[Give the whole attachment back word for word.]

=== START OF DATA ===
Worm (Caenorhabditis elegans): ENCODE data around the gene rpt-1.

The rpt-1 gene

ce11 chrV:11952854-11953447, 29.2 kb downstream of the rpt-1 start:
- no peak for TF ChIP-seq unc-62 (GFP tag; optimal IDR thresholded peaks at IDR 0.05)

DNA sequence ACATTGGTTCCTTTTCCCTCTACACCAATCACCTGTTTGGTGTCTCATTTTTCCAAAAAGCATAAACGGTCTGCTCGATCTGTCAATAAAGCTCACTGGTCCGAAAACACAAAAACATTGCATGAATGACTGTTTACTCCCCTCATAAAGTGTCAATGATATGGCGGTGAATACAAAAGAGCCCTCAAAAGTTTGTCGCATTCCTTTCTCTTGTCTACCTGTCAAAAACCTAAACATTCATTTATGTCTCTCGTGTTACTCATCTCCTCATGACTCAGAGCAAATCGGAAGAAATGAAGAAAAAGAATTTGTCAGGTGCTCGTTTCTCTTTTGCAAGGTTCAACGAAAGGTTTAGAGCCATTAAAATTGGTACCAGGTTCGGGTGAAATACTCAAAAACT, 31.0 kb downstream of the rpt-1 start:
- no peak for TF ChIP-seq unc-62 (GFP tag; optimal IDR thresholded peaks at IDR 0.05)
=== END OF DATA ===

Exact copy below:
Worm (Caenorhabditis elegans): ENCODE data around the gene rpt-1.

The rpt-1 gene

ce11 chrV:11952854-11953447, 29.2 kb downstream of the rpt-1 start:
- no peak for TF ChIP-seq unc-62 (GFP tag; optimal IDR thresholded peaks at IDR 0.05)

DNA sequence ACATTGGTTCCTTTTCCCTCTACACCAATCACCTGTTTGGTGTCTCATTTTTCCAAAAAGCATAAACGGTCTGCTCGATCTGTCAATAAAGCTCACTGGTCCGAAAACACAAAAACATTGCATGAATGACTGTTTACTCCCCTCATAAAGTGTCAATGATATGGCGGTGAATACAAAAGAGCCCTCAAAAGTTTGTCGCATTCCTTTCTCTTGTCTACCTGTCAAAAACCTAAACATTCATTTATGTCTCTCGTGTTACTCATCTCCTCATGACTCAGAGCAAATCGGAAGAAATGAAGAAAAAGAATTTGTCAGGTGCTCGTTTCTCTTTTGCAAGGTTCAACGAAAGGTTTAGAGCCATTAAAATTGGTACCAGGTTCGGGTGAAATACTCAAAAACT, 31.0 kb downstream of the rpt-1 start:
- no peak for TF ChIP-seq unc-62 (GFP tag; optimal IDR thresholded peaks at IDR 0.05)